They faced off at the 2006 Boston Marathon, joggling side by side at less than a three-hour pace for 17 miles, until Kapral dropped a ball on Heartbreak Hill and had to pause to collect himself. Then he spilled Gatorade on another ball and it got sticky. (The rules are, you have to stop and hold all three balls in one hand to drink.) Warren prevailed handily.
“I didn’t want to stop there,” Kapral said. “I didn’t want to be the second-best joggler in the world.”
He trained harder than ever, joggling constantly, through long runs and speed work.
“I really worked on my technique,” he said. “I spent a lot of time in the house juggling. I learned how to do five balls. From behind, you couldn’t even tell that I was joggling.”
But as his times dropped, so did Warren’s.
Another failed record attempt in 2007 was almost his final straw.
“Tragically, I was on pace to break the record when I got a little tired at 25 miles,” Kapral said. “I came to a complete stop, and ended up finishing a minute slower than the record. That was heartbreaking, and I announced my retirement from joggling. But then my wife, Dianne, convinced me to go back for the record one more time.”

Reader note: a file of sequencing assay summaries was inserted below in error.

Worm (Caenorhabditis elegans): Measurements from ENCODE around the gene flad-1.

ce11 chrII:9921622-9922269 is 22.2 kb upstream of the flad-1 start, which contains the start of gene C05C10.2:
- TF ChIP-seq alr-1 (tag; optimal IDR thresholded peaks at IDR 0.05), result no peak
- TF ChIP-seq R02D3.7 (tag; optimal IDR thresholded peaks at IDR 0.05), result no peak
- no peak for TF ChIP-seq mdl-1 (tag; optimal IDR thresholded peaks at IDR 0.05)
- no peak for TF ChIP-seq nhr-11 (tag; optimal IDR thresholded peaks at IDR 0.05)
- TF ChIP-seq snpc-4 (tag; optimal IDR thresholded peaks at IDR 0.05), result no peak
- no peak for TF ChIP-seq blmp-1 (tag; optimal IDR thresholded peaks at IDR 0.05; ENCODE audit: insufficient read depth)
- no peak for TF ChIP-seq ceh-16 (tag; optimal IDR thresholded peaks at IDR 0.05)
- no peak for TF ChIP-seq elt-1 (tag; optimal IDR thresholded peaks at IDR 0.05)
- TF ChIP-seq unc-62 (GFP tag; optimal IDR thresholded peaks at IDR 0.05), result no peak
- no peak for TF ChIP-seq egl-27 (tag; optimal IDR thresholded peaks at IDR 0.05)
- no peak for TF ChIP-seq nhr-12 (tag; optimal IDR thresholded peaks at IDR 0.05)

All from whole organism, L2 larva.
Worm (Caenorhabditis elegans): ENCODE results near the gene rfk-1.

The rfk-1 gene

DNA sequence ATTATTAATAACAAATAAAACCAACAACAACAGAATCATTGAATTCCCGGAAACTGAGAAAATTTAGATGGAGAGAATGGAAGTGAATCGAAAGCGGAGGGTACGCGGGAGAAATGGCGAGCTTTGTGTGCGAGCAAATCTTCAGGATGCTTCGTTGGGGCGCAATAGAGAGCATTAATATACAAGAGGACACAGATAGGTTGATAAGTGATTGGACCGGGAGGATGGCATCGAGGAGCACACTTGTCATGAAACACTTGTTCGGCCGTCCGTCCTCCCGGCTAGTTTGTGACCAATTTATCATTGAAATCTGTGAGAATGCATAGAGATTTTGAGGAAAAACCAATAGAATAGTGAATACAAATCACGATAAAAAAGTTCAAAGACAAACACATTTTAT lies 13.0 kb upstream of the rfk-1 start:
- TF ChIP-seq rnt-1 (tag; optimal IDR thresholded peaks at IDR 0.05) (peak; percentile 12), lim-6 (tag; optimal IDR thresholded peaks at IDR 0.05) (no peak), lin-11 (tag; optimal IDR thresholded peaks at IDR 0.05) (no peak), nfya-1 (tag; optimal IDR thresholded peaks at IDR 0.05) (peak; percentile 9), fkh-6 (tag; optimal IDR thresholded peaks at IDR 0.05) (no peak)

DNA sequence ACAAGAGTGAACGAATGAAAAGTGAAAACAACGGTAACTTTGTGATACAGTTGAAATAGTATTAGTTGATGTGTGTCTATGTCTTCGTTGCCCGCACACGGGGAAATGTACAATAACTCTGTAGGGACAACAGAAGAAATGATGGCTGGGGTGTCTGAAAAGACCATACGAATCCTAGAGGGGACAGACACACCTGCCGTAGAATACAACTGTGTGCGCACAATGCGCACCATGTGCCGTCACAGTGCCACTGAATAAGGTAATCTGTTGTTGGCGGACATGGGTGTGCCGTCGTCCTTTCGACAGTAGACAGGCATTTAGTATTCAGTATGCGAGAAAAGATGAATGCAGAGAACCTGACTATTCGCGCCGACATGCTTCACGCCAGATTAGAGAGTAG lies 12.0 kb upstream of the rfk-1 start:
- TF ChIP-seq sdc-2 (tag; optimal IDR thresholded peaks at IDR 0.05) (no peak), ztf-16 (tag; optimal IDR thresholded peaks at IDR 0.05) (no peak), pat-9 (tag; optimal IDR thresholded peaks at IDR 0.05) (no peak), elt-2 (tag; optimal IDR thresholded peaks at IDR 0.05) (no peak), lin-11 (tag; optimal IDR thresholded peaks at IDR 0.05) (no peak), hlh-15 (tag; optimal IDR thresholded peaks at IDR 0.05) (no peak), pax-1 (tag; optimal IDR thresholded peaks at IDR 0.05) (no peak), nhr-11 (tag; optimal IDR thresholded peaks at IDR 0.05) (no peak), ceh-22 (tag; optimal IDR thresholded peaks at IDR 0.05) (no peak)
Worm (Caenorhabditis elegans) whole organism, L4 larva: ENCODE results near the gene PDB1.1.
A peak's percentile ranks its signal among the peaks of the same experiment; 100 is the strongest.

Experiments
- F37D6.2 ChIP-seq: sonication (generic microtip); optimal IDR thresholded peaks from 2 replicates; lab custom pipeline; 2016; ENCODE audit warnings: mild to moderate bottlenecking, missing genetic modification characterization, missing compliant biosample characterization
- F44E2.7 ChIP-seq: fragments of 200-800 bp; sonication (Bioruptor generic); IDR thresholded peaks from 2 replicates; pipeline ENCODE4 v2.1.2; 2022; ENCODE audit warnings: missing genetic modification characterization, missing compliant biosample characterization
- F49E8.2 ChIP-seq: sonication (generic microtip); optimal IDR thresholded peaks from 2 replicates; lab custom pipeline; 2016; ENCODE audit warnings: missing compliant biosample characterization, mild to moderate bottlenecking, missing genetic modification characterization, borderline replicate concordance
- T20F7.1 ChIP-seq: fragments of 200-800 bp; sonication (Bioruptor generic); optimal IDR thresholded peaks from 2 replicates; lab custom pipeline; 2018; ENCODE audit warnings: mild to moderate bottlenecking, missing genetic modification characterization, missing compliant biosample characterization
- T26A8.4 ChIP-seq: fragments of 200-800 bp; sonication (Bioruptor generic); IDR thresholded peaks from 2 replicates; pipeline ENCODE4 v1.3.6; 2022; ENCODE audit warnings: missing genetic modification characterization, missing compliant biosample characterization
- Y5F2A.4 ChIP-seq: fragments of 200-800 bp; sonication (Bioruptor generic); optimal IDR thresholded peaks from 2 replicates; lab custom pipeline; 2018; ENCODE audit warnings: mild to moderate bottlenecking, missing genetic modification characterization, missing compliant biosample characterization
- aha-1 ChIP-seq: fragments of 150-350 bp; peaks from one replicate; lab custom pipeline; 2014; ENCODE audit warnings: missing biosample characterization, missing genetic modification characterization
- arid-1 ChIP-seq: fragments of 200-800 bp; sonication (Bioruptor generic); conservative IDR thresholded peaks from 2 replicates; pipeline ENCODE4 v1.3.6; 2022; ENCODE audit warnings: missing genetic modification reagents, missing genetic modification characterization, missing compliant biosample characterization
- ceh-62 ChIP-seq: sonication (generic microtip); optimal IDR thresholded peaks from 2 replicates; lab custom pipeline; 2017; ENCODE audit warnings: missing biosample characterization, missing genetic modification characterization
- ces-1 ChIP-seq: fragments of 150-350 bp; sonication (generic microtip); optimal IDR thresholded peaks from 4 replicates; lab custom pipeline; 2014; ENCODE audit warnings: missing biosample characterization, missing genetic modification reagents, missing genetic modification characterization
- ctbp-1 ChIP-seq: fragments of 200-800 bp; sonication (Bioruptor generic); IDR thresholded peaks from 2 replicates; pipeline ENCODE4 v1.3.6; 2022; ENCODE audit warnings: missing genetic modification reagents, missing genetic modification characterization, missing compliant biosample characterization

He finally achieved his 2:50:12 later that year in Toronto, chewing gum at the same time for good measure. The record has stood for eight years.
With his hands free, Kapral finished Sunday’s marathon with an unofficial time of 2:51:38. He is thinking about striking out on his own.
“There are no road championships for joggling, so we try to sneak ourselves into the regular ones,” he said. “It would probably be a challenge to assemble enough runners for a joggling-only marathon, but maybe someday. Maybe it’s time.”
Meanwhile, he proudly explains that his 10-year-old daughter has taken up the family craft of joggling herself, with an eye toward her father’s legacy.
“She practices every day,” he said.
Photo by Christine Spingola/Canada Running Series